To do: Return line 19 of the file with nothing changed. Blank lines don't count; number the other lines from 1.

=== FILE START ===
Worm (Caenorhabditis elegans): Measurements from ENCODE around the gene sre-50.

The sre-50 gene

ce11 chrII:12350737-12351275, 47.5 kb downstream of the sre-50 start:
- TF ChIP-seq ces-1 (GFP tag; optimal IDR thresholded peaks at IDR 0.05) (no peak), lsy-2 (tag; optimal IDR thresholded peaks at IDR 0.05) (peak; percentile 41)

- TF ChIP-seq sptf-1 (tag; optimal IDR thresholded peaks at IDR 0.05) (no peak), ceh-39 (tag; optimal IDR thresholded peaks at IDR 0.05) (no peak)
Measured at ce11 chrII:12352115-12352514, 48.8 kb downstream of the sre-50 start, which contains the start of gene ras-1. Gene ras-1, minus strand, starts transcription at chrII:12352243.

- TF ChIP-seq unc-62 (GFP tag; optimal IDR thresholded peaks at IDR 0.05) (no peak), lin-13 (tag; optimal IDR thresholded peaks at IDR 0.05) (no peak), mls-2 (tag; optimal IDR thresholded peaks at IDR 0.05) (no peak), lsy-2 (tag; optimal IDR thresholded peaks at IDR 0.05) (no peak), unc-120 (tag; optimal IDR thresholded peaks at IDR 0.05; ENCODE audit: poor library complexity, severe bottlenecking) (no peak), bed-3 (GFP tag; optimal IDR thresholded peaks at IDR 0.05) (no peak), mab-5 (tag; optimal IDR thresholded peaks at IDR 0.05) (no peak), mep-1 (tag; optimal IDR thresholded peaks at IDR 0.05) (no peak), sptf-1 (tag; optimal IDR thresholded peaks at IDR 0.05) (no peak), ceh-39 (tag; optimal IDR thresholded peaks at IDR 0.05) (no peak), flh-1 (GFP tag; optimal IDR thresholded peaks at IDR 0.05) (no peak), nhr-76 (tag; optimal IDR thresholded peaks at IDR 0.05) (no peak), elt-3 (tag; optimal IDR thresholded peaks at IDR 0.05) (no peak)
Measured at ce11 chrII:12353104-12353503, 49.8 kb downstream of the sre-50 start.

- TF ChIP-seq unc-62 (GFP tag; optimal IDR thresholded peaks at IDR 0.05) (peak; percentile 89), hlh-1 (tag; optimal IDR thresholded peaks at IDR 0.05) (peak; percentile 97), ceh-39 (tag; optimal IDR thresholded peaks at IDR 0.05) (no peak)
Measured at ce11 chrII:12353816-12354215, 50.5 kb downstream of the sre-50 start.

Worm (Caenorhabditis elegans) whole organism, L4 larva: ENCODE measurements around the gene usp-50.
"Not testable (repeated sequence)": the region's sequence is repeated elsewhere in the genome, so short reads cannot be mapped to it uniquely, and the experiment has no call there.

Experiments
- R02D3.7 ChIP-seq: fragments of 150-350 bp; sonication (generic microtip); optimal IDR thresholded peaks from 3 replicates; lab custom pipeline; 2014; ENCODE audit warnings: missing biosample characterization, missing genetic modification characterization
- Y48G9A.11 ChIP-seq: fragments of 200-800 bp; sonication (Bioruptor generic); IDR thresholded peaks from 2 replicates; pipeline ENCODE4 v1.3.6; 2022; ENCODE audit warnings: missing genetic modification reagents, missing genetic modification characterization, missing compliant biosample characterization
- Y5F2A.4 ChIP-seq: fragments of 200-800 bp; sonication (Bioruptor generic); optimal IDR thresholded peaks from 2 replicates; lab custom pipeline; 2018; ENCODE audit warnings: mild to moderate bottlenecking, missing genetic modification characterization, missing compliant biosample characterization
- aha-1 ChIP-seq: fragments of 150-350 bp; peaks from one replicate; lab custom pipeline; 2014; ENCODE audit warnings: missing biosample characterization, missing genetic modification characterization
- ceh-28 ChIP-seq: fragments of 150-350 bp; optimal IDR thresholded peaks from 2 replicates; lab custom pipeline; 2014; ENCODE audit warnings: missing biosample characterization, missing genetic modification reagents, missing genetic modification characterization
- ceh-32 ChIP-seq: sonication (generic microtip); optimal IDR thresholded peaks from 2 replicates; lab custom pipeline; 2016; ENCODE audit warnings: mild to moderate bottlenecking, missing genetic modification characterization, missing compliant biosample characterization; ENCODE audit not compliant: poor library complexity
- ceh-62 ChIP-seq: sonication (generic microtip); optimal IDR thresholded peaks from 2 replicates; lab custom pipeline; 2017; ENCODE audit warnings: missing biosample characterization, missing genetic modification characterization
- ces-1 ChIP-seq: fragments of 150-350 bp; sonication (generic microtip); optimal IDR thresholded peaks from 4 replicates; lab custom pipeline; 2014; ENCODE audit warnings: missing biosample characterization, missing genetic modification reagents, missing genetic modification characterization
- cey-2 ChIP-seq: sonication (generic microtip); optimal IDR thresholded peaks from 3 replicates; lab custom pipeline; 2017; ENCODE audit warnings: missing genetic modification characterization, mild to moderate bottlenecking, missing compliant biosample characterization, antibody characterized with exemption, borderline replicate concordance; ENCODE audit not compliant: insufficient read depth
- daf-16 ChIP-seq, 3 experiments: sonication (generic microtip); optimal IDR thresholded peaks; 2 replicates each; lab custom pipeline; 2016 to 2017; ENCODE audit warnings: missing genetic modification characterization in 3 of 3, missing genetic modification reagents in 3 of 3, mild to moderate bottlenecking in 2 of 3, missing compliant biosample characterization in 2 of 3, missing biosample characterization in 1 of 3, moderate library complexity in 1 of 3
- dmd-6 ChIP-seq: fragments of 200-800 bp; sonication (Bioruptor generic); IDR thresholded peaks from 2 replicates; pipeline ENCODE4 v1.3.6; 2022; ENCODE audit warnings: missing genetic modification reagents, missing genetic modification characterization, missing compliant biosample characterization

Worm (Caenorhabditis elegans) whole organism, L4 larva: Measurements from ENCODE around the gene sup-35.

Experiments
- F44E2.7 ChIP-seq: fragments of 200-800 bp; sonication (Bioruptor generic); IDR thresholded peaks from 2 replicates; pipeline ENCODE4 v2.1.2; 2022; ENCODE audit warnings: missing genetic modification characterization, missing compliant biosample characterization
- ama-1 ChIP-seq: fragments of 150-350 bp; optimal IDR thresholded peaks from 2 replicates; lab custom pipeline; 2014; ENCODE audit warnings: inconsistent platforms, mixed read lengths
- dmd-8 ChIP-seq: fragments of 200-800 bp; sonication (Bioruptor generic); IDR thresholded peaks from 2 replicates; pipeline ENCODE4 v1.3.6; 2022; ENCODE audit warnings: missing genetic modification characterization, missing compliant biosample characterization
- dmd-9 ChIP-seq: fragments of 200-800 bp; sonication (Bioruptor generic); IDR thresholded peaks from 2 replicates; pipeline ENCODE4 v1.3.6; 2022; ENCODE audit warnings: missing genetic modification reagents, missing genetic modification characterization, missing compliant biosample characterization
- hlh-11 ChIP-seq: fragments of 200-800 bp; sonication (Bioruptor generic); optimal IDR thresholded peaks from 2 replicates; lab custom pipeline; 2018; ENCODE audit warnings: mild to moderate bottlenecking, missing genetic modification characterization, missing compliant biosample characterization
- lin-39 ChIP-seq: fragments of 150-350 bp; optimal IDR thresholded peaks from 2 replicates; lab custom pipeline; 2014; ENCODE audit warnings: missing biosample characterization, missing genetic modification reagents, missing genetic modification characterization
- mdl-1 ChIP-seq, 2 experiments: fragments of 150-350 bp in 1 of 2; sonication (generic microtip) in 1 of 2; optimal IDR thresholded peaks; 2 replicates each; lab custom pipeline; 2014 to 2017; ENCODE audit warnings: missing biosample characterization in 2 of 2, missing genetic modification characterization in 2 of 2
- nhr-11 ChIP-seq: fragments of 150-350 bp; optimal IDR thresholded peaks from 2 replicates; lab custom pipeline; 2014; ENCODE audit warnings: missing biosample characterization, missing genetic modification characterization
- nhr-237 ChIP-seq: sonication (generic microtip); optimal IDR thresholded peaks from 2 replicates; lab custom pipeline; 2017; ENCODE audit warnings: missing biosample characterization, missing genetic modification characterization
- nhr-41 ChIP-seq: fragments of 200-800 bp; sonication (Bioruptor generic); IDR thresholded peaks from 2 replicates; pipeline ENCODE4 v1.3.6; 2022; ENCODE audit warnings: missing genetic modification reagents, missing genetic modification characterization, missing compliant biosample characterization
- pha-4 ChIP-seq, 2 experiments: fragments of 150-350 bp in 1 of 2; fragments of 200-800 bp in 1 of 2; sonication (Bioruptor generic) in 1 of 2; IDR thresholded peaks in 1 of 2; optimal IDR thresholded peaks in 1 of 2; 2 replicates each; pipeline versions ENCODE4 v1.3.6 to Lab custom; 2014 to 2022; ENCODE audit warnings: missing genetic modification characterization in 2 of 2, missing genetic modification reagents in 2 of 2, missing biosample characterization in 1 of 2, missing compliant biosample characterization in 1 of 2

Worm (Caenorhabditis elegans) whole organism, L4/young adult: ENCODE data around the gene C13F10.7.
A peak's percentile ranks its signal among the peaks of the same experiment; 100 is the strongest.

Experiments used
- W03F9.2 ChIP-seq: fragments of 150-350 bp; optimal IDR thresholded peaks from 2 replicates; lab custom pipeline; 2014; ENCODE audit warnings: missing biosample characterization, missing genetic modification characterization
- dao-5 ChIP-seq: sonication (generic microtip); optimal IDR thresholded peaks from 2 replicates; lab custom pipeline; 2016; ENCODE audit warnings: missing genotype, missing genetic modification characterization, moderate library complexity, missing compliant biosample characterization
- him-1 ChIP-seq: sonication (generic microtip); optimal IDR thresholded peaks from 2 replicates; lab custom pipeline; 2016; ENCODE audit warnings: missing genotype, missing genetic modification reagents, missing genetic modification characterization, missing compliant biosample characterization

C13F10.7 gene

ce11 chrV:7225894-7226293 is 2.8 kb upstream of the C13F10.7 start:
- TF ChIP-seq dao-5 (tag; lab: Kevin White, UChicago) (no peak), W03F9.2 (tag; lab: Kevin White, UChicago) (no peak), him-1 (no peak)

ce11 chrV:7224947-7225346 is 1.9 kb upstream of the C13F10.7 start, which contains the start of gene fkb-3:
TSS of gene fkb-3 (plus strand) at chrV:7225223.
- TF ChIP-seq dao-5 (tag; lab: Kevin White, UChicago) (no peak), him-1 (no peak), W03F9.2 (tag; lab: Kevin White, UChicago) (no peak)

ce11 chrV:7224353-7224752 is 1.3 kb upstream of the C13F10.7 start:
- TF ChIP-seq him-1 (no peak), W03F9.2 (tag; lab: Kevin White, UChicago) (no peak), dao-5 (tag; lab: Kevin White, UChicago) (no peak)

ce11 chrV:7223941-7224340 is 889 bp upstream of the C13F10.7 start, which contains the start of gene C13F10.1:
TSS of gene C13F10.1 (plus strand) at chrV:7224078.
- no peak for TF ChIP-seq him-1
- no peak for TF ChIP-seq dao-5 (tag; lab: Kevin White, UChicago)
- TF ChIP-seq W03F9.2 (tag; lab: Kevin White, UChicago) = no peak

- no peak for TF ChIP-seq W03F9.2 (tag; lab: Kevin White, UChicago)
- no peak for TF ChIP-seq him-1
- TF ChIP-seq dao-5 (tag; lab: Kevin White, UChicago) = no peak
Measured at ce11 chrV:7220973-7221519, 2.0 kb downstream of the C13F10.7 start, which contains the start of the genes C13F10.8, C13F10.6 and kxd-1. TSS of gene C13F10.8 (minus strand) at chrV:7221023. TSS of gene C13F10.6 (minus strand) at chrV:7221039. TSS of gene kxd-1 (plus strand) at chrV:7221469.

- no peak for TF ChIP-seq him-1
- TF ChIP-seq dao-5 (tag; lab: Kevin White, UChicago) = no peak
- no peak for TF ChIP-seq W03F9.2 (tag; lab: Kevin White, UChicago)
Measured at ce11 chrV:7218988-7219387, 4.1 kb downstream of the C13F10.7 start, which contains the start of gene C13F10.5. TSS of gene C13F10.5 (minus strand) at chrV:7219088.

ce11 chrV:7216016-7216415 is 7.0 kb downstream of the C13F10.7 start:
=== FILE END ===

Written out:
- ceh-32 ChIP-seq: sonication (generic microtip); optimal IDR thresholded peaks from 2 replicates; lab custom pipeline; 2016; ENCODE audit warnings: mild to moderate bottlenecking, missing genetic modification characterization, missing compliant biosample characterization; ENCODE audit not compliant: poor library complexity